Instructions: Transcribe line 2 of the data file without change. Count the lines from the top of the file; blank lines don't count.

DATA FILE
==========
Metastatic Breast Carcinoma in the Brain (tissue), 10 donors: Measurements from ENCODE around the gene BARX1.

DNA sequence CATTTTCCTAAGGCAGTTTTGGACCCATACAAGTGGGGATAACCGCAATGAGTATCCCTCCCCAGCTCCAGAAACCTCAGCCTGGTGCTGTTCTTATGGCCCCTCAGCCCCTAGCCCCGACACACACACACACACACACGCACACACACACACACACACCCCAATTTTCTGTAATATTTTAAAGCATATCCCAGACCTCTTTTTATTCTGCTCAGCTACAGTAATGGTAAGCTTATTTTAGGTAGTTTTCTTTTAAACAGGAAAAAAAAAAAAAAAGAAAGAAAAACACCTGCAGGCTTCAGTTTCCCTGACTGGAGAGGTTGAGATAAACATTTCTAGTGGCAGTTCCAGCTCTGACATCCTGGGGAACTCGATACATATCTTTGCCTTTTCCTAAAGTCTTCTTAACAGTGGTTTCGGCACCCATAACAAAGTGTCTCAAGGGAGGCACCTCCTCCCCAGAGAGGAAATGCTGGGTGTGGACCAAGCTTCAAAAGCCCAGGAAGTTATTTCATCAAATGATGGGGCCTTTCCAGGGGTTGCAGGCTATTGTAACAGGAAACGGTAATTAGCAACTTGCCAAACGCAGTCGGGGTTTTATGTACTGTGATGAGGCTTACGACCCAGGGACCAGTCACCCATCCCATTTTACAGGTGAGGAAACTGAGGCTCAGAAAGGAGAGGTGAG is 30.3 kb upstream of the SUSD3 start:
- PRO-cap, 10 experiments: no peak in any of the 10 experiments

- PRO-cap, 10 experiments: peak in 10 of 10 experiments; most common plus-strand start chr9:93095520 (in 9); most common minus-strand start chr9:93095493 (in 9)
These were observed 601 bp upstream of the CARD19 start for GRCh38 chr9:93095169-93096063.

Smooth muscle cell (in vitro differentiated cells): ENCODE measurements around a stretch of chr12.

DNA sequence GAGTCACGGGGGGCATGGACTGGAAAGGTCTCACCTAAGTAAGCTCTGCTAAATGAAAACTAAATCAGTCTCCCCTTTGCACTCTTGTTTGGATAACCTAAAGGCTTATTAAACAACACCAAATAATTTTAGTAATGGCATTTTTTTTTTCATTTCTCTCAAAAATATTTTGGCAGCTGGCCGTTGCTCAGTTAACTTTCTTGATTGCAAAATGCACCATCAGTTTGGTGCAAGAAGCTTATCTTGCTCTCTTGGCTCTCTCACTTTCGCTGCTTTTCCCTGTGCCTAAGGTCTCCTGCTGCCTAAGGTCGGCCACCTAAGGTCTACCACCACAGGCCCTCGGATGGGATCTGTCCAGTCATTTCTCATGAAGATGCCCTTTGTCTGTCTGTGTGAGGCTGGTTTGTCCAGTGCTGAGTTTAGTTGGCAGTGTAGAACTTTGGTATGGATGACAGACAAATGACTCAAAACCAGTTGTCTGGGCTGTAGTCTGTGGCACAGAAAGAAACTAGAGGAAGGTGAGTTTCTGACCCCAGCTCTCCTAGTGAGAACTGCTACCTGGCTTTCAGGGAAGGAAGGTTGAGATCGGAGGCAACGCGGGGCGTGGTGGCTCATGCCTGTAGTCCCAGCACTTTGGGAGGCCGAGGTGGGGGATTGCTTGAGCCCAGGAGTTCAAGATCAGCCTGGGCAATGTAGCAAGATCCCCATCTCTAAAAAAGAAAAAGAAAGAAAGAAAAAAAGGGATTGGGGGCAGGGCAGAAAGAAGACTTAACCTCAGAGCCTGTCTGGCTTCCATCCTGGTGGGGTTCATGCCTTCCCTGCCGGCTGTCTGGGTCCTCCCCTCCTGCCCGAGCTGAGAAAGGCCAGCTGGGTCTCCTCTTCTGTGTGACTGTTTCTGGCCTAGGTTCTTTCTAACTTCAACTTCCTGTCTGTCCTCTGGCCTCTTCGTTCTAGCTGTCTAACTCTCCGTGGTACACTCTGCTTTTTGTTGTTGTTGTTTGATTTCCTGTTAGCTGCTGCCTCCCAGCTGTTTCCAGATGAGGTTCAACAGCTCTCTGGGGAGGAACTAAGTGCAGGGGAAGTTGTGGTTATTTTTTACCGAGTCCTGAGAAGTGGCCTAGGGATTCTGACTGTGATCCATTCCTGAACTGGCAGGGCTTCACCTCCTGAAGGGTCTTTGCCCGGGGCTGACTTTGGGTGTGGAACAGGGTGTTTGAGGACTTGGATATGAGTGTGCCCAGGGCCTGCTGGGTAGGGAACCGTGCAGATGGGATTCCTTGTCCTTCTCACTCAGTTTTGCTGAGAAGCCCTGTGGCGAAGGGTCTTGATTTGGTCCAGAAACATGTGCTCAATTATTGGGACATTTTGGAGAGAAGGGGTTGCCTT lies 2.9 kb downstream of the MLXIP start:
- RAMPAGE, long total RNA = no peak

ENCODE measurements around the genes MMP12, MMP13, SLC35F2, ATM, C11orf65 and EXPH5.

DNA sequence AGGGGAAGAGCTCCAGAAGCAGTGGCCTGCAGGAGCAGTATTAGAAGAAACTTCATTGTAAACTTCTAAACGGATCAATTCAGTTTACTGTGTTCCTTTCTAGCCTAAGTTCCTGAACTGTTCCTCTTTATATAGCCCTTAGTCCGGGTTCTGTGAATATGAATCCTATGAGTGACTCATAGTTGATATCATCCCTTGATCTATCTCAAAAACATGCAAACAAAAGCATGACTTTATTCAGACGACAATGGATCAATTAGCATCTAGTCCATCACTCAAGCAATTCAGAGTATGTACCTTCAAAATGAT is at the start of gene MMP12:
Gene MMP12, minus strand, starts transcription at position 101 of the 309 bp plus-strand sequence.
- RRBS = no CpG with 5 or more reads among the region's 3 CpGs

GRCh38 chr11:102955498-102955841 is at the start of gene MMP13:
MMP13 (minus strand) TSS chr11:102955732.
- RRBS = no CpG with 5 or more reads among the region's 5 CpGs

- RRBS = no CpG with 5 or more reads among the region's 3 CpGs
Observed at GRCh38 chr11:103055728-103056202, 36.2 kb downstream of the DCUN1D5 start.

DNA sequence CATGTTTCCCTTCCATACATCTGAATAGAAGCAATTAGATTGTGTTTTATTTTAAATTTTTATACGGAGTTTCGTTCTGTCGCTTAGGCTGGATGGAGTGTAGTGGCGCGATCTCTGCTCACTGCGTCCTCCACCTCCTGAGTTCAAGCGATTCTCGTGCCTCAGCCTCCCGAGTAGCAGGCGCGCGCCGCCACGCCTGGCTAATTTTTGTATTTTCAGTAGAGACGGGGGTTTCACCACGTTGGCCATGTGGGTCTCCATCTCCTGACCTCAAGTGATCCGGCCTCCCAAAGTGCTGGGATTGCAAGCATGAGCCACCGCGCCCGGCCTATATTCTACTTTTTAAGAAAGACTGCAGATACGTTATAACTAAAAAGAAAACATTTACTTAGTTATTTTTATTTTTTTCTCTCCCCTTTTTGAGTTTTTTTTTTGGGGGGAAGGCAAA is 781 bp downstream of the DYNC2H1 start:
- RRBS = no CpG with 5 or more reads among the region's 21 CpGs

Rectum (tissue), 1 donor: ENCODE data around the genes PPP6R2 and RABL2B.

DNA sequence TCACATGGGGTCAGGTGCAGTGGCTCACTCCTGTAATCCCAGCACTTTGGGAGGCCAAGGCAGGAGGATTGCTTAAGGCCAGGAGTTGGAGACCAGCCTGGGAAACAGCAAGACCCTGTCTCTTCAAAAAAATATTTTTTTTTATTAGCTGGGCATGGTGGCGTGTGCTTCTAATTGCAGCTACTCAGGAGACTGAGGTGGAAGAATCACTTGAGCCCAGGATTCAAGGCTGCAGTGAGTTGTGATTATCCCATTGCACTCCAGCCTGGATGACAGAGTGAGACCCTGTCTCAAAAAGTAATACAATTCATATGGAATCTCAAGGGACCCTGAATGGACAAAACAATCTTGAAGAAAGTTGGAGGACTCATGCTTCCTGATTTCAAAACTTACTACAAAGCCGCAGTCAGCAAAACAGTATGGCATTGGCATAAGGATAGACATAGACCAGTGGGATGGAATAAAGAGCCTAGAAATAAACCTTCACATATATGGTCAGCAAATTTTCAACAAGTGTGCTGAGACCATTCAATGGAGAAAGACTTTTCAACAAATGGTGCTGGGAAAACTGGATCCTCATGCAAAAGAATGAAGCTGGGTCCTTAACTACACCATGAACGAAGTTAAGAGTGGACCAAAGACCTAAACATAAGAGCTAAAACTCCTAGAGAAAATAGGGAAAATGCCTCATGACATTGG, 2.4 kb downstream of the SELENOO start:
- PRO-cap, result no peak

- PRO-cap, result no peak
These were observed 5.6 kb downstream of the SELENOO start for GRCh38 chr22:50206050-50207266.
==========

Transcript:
DNA sequence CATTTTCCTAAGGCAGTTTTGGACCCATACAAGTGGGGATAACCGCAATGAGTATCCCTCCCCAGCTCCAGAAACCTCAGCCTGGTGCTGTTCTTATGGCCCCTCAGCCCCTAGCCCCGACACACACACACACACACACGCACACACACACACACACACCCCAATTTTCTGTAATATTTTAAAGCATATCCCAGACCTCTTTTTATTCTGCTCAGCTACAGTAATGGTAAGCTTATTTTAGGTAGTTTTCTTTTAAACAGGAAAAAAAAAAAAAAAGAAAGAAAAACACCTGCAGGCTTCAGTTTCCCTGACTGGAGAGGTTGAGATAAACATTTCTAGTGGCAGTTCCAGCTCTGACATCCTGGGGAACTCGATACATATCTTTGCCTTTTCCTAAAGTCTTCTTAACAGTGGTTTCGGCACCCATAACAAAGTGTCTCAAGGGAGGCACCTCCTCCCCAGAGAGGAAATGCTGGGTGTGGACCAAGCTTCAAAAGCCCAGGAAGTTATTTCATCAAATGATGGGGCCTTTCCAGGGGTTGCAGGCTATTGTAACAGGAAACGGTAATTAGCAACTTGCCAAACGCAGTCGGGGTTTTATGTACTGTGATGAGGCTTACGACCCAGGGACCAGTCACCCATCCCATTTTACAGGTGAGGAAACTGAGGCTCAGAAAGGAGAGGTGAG is 30.3 kb upstream of the SUSD3 start: